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jedymastyr

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Everything posted by jedymastyr

  1. Star Wars trilogy (as my name here indicates) Contact For Love of the Game
  2. Cboath--sorry to ask something off topic, but since it's your first post... is your name a reference to the jedi master Jorus C'Baoth?
  3. Your grade and academic record is at stake, so it's definitely not an easy decision. However, I think it would be worth arguing with him throughout the semester if the appropriate conditions are met (like what RationalEgoistSG said). What I have to add is this: at my university, there's a grade appeal process if you think that you have been graded unfairly (i.e. based on something other than your understanding of the material covered in class). If the teacher gives you a bad grade and you think you deserve otherwise--and you have evidence in the form of papers, others' papers for comparisons, etc.--then you can have a small group of professors and students review your case and potentially change your grade. I don't know if you have anything like this at the college you go to, but if so it may be something to fall back on if it turns out bad for you.
  4. I'm not sure if this is correct or not, but I got it from my high school government teacher. He claimed that the founding fathers generally had wealth and wanted a system that protected it; however, they knew that if they were overly explicit about "keeping their property" many citizens may view it as a continuation of the aristocracy from Europe. Wanting to distance themselves from this misinterpretation, while still making a strong statement for freedom, they included "pursuit of happiness" instead of property. Of course, this teacher was very liberal, so I don't know if any of this is revisionist history. He tended to use "framers" instead of "founding fathers," and other similar things... Perhaps someone else has heard this elsewhere to verify or discredit it?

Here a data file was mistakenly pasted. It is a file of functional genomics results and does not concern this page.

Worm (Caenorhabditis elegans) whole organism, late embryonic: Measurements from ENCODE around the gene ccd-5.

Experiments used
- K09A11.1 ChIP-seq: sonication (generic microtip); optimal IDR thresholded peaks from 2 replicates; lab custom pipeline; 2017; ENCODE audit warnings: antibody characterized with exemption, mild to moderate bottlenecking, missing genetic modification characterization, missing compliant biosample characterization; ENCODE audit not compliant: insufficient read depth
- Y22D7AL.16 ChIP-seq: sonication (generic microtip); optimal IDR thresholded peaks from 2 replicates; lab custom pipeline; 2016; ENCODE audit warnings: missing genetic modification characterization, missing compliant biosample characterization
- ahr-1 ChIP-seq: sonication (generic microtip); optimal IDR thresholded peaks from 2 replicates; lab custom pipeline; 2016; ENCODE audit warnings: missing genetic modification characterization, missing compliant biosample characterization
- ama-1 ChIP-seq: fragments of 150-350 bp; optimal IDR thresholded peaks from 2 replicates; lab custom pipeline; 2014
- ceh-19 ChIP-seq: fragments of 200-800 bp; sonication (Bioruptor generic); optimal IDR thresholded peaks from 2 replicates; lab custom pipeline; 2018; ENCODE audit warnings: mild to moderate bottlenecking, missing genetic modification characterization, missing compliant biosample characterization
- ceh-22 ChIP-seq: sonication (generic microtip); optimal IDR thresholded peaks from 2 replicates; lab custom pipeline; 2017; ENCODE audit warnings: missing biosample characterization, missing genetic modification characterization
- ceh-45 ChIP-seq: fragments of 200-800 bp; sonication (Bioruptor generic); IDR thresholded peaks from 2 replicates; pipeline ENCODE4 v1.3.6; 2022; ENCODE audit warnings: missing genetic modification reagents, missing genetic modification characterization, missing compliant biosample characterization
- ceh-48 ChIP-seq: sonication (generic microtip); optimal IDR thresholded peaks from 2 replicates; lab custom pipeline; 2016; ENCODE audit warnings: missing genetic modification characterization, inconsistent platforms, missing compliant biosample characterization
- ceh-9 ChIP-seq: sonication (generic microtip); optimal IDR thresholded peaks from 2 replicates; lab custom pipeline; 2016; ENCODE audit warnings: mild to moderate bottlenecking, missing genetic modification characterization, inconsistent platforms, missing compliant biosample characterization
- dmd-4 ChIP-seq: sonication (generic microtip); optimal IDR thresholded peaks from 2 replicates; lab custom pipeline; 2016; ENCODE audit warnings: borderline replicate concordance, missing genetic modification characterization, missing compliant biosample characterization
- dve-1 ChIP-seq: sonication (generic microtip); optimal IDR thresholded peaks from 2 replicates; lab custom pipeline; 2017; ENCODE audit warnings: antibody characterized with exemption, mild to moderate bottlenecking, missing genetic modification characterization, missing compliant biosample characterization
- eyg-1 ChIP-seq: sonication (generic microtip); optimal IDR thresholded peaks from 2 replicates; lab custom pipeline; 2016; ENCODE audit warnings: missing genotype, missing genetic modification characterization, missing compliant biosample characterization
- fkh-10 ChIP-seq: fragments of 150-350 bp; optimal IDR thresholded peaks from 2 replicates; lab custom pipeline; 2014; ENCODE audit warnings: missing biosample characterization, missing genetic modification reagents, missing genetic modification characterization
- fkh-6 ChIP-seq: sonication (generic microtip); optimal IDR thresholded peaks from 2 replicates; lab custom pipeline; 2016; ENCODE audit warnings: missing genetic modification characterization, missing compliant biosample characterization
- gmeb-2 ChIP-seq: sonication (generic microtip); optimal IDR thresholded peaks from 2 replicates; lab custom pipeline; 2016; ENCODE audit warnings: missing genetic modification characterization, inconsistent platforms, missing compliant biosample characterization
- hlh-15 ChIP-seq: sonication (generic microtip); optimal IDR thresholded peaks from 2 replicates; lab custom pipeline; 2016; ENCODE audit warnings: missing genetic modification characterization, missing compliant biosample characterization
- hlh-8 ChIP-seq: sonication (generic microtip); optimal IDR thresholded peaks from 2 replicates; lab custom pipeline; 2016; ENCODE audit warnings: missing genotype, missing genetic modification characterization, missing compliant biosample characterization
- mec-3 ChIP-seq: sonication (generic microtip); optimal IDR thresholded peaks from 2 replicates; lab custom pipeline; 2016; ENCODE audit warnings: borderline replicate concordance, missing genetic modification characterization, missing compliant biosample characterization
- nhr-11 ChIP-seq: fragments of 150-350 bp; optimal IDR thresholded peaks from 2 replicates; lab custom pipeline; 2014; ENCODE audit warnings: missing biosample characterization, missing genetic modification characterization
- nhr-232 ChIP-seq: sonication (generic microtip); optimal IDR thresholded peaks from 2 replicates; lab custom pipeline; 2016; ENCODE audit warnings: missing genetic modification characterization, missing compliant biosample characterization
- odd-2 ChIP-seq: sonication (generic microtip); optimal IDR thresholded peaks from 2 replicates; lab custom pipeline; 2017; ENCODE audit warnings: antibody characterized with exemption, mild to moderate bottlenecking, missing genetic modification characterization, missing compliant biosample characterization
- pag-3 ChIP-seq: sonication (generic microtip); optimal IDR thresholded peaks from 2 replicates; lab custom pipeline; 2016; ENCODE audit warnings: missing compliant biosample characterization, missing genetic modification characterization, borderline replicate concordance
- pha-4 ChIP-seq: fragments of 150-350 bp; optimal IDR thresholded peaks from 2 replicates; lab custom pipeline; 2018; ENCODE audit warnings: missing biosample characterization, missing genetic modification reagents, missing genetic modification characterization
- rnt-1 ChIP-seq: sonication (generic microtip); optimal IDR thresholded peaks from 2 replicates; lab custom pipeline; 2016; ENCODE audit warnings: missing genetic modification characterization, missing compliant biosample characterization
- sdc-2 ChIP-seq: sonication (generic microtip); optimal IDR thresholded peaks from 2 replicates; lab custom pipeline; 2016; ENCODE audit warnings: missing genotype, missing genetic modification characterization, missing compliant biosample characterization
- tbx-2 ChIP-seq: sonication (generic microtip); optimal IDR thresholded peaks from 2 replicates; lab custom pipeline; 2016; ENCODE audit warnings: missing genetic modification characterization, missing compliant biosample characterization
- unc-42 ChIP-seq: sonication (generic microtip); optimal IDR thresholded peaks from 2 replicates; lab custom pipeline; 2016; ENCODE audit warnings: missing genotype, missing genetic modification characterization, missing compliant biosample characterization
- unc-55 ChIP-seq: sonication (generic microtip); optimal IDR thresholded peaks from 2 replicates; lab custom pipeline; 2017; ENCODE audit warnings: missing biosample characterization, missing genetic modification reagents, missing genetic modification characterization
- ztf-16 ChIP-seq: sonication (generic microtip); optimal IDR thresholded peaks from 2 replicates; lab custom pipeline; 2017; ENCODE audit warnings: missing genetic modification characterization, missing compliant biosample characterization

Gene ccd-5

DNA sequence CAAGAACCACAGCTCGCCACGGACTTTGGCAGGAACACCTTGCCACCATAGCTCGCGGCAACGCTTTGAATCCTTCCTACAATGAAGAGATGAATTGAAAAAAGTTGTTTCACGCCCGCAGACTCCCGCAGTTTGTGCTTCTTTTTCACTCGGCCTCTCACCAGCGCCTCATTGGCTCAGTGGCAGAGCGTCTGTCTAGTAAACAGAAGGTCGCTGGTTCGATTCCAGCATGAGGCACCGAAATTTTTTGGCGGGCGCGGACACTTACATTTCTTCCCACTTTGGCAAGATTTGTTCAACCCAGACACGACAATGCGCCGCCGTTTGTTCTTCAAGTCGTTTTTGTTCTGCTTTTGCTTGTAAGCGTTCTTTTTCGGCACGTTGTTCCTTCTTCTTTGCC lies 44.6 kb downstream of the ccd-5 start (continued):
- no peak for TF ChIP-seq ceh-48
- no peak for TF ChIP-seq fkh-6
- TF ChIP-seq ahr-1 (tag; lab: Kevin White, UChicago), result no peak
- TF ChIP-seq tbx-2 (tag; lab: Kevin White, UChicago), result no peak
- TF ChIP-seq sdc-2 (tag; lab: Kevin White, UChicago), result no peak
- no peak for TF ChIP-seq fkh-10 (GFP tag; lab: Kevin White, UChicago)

5. How about we say you go into the local ice cream shop and take part in a contest involving the nationwide chain. You can vote for chocolate, vanilla, rocky road, rasberry swirl, or fill in your own flavor. Everyone who took part, at the end, gets whatever the majority decided on. Furthermore, you are only sure that chocolate and vanilla are on all the survey forms...different stores decided which flavors to include for the last two flavors. You like cookie dough best, but it's not on a single contest form. Rasberry swirl is your favorite among the listed ones, but you prefer chocolate to the others. You would be stupid to vote for rasberry swirl, when chocolate and vanilla are the only real possible outcomes. And that all even assumes that rasberry swirl isn't evil, which is a premise that shouldn't even be granted in this case
  6. jedymastyr

    Esperanto

    This appears to make it easy to create "false concept" words. Also, Oakes, you were saying that there are problems with English dialects...doesn't this "flexibility" make Esperanto dialects potentially much worse? I agree with the essentials of what DavidOdden has written, as well, so don't take this as my main problem with Esperanto. This was the main one I thought of that hadn't already been mentioned.
  7. I really enjoy listening to Alanis Morissette. Baba is my favorite song, and I love the variety of the sounds on SFIJ (her second American CD). I find she has several songs that suit any mood I may be in, from the very happy/loving (Head Over Feet, Knees of My Bees) to some of the angry music she got popular for. I find her to be very passionate, good at expressing herself, honest, and open. I also like Tori Amos, though not quite as much, for similar reasons. I also love the sound of both of their voices...I can have it on as background music while doing homework, or be consciously listening to the lyrics on a long drive, and either way I am able to find value. Either way, I find myself happier while/after being around the music. I find it strange, though, that I like being around almost any type of music. I don't care much for rap or loud music with words that can hardly be heard, but almost anything else is pleasant (soft rock, classical, jazz, etc.). However, I enjoy the above music very much, and as a result have not spent a great deal of time exploring these to find ones I really like.
  8. The website looks very professional, nice job so far! I went there expecting something undeveloped and was pleasantly surprised. Also, I don't think I've commented on any of your previous posts, so I'd like to mention that I really like the idea and wish you the best with it.